Random Stop Syndrome

While at a conference in Las Vegas, I experience a phenomenon I refer to as “Random Stop Syndrome”.  While walking through the casinos people would come to a sudden and complete stop for no apparent reason setting off a chain reaction by those walking behind who either swerved to avoid them or ran right into them.

Though first acknowledged in Las Vegas, this syndrome is not unique to that region. The other day as I headed into the grocery store, an elderly man came to an abrupt halt just inside the doors of the store completely blocking the primary entrance.  As I approached in my normal hurried fashion, I almost knocked him over with the momentum of my pace.  Luckily my swift reflexes prompted me to grab a newspaper distribution box and maneuver past him with stealth dexterity.

My reaction to the man was similar to that of random stoppers in Las Vegas, complete annoyance. However; I began to consider other types of random stops we face in our lives that not only affect our direction in life, but the direction (or re-direction) of others as well.

Random life stops occur for several reasons:

We Stop:

  • To decide which direction we need to head when looking for something in particular.
  • To evaluate our surroundings in order to make an informed choice.
  • To wait for others who are following more slowly.
  • Due to hesitation at moving forward in a certain direction.

Some of these stops are needed in order to fully evaluate a larger next step, such as deciding to get married, start a business or have children.  Some are in reaction to a tragic event such as the sudden death of a loved one, or the loss of a job or home.  Many are due to the random stopping of the people around us, such as loss of a job or relationship.  Fear of the future can cause a random stop leaving us frozen in our current circumstances. However; stops caused by fear of trying something new, taking a chance or moving in a new direction can produce a situation where we are actually the old man standing in our own way.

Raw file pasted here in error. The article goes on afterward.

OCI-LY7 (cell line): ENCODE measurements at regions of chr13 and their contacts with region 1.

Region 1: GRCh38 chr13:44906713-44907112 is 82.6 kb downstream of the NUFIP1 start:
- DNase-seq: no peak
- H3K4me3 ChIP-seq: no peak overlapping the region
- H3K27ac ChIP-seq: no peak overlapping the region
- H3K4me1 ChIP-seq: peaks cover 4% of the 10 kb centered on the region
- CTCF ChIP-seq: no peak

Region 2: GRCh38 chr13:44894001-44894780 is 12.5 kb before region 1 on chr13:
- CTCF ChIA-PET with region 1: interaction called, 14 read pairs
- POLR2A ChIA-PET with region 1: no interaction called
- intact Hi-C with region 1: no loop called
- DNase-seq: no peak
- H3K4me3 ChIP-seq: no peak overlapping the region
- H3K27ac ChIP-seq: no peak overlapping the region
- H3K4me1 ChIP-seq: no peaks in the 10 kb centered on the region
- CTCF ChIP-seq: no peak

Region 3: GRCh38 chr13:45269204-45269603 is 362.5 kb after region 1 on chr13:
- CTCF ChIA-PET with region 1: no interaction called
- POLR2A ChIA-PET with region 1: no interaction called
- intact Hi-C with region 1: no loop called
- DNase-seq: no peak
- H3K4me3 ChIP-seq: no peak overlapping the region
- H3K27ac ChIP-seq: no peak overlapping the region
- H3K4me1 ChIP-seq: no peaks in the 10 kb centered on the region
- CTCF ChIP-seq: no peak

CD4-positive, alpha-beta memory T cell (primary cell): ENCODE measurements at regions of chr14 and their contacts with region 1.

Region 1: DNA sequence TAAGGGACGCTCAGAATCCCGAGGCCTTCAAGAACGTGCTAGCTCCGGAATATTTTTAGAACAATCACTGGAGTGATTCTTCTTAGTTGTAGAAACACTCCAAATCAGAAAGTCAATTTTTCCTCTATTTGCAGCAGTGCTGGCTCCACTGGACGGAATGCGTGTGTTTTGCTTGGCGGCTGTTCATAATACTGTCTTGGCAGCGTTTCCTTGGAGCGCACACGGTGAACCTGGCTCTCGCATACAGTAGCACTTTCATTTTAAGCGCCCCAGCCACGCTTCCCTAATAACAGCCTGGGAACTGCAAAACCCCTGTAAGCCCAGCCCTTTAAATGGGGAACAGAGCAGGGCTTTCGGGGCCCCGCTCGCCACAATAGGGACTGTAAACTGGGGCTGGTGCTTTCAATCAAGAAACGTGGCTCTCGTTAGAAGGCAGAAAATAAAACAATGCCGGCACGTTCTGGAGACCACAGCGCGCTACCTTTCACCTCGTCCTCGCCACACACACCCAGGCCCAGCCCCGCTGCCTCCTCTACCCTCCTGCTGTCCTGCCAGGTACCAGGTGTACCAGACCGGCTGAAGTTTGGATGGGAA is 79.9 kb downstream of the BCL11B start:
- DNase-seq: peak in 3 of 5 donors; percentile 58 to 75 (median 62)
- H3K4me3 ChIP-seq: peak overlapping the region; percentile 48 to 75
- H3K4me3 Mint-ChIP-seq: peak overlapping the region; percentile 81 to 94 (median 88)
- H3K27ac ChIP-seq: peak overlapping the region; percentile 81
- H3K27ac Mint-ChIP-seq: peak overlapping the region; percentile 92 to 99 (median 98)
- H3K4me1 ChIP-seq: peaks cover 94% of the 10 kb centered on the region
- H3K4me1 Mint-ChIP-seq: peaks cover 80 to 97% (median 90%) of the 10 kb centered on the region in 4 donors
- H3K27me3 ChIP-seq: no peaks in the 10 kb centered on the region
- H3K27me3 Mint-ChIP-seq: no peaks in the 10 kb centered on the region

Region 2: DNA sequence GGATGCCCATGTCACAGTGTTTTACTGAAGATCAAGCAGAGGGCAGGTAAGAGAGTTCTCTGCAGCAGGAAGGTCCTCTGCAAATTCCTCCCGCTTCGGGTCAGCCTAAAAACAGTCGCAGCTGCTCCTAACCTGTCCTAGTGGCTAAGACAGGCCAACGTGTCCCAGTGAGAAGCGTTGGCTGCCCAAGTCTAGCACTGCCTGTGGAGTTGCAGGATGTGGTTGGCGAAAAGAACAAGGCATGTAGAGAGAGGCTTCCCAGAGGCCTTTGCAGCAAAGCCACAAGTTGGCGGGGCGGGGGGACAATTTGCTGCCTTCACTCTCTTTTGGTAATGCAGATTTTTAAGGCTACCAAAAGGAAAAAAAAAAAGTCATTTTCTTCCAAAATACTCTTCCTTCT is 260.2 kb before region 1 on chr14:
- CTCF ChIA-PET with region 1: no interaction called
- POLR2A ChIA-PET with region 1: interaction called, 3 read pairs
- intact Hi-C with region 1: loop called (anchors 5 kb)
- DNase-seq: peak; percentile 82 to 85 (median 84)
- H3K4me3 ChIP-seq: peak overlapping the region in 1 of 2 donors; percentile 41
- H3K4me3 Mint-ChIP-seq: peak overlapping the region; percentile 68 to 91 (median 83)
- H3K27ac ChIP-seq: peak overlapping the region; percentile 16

The good news is that there is hope for all of us who suffer from this chronic and sometimes debilitating syndrome.  Creating a plan for potential life events can cut down on the number of random stops we make.  Pro-activity is the key!

Points to Ponder on the random stops in your life:

  • What random stops have I made in the past that I can learn from?
  • How can I overcome hesitations that cause me to randomly stop in order to take a chance on moving forward?
  •  What steps can I take to be prepared for random stops caused by others?
  • What random stops can I avoid by taking action now?

There are many other ways to pro-actively prepare for random stops in our lives.  The main thing is you either need to keep moving or get out-of-the-way!

About Sue Salach

Sue has a Master's degree in Gerontology and has worked with the elderly and their families for over 30 years and is the Author of "Along Comes Grandpa", a caregiving resource guide, and the novel "If I Walked in Her Shoes". As an ElderCare Expert and Keynote Speaker, Sue employs her comprehensive experience and passion, to educate and promote self-care values to family caregivers and the community at large.
This entry was posted in aging, boomers, caregiving, encouragement, forgiveness, sandwich generation, work/life/flex, working caregiver and tagged , , , , , , , , , , , , , , , , , . Bookmark the permalink.

4 Responses to Random Stop Syndrome

  1. Pingback: Caregiving - it's like taking a road trip with a man

  2. Justin says:

    Hi Sue!
    We love your blog! Thank you for keeping caregivers in the spotlight! We have a caregiver blogger on our site who had to deal with a random stop of her own. We’d love to hear what you think. http://www.brainline.org/rosemary/

    Please keep doing all the great work you do for our caregivers!


  3. Velva Stewart says:

    Beautiful site


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